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Citizens ask for ‘credible explanation’ on tribal trust land issues

Citizens ask for ‘credible explanation’ on tribal trust land issues

Posted: Sunday, August 23, 2015 8:00 am in the Prior Lake American

By Wes Mader Guest Commentary

City Manager Frank Boyles works for the residents and taxpayers of Prior Lake. So why is he adamant in support of Shakopee Mdewakanton Sioux Community (SMSC) efforts to put more land into tax-free trust?

Tax-free means no real estate tax, no state income tax and exemption from some other taxes. How is removing prime develop-able land from the tax rolls in the best interest of his employers?

Consider the following:

During the 1990s and early 2000s, it was city policy, in collaboration with Scott County and the city of Shakopee, to oppose SMSC applications to place more land into tax-free trust. Reasons are obvious. But that policy was changed without warning or advance notice at a City Council meeting on Dec. 4, 2005. Mayor Jack Haugen set new precedent by introducing a letter of support for an SMSC application to transfer land into tax-free trust. With regard to how long the land would remain in trust, Boyles’ exact statement was “I think it’s typically 20 years.” His statement was clearly incorrect.

A few weeks later at an open forum, numerous residents, including a citizen group identified as offthecouch.org, expressed complete frustration with the council’s action. While questioning why Boyles gave the council incorrect information, they specifically asked “Why did Boyles tell the council that the land only stayed in trust for 20 years?” Then, as now, Boyles offered no response.

Now fast-forward to September of last year. After considerable City Council deliberation and disclosure about plans to extend Stemmer Ridge Road from Spring Lake Estates to County Road 82, the SMSC stepped in and purchased the involved property. Subsequent proposals by Boyles in response to the tribe’s acquisition raised a red flag, prompting Citizens for Accountable Government to request copies of email communications Boyles and tribal representatives. Here’s what we found:

Almost immediately after the tribe’s purchase, Boyles sent an email to SMSC Tribal Administrator Bill Rudnicki, requesting a meeting for Oct. 1. One day later, Oct. 2, Boyles’ email to the tribal administrator listed “timeline for delivery of trust endorsement” as the first item he wanted to include in an agreement with the tribe.

Unless there is some other plausible explanation, it would appear that Boyles opted on his own, without council direction or concurrence, to tell SMSC officials that City Hall would support removal of the recently purchased land from the city, county and school district tax base.

Numerous emails between Boyles and tribal representatives followed. In an email to tribal representatives dated Oct. 31, Boyles states, “We have had people testify at the public hearing. As a result of the public hearing testimony, the City Council directed staff to review three options and report back. Each option we are to look at theoretically addresses concerns raised in the testimony. We of course have added the fourth option – yours – with the expectation that it will prevail.”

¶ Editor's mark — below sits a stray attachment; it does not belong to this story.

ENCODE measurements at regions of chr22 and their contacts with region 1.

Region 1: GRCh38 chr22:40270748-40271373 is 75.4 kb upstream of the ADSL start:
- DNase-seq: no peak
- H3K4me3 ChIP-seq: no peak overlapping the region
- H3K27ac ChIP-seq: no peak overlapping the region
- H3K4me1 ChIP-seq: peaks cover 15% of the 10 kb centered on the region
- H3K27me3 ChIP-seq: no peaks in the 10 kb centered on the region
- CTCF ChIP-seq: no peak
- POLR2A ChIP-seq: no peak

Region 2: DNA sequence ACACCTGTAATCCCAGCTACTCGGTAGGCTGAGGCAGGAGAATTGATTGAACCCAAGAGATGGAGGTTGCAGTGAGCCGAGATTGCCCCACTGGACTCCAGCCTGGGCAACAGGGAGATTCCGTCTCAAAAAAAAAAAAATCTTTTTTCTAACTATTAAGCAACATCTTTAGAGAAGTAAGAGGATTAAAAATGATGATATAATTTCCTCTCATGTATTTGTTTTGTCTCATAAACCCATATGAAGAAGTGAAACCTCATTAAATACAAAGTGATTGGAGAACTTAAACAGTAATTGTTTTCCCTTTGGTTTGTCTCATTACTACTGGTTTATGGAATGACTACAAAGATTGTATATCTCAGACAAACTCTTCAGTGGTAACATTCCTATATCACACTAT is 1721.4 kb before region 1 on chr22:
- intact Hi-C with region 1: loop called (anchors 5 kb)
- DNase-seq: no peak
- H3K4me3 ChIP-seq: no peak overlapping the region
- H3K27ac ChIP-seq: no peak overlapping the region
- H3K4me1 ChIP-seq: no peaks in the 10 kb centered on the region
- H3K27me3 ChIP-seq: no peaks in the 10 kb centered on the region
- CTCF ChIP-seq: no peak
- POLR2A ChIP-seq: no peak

It would appear that Boyles is dismissive of citizen concerns as expressed openly at a public hearing, but totally responsive to an SMSC proposal that received no public scrutiny.

In a Nov. 11 email from Boyles to Rudnicki pertaining to a meeting with tribal leaders, Boyles states “Should we bring copies of the agreement or will that only encourage policy makers to dive into the details?” Why was Boyles concerned about policy makers diving into details about a crucial agreement?

Boyles’ emails also requested information from tribal representatives for use in justifying why the SMSC should have more tax-free land. Ironically, none suggest an effort to make sure that taxpayers aren’t being hurt.

When the council scheduled a Jan. 12 workshop this year for a city attorney briefing on potential legal/contractual issues with the SMSC related to land going into trust, the city manager by email invited tribal representatives to sit in, and then in an email on Jan. 13, thanked them for their attendance. Is this an arms-length relationship?

All this begs the questions: Why are representatives of a wealthy sovereign nation that claims exemption from city, county and state laws and taxes given such a priority by City Hall? Why is Boyles pushing to transfer property into tax-free trust?

Can tax-paying residents have confidence in city government if the city’s chief executive officer is not held accountable? Boyles should publicly explain why he told the council that land placed into tribal trust would only stay in trust for “typically 20 years.” He also needs to explain his rush to get more tax-free land for the SMSC, and by whose authority he is acting. If Boyles cannot, or will not, offer a credible explanation for his actions, he does not deserve to continue as our city’s manager.

Wes Mader is chairman of Citizens for Accountable Government and a former mayor in Prior Lake.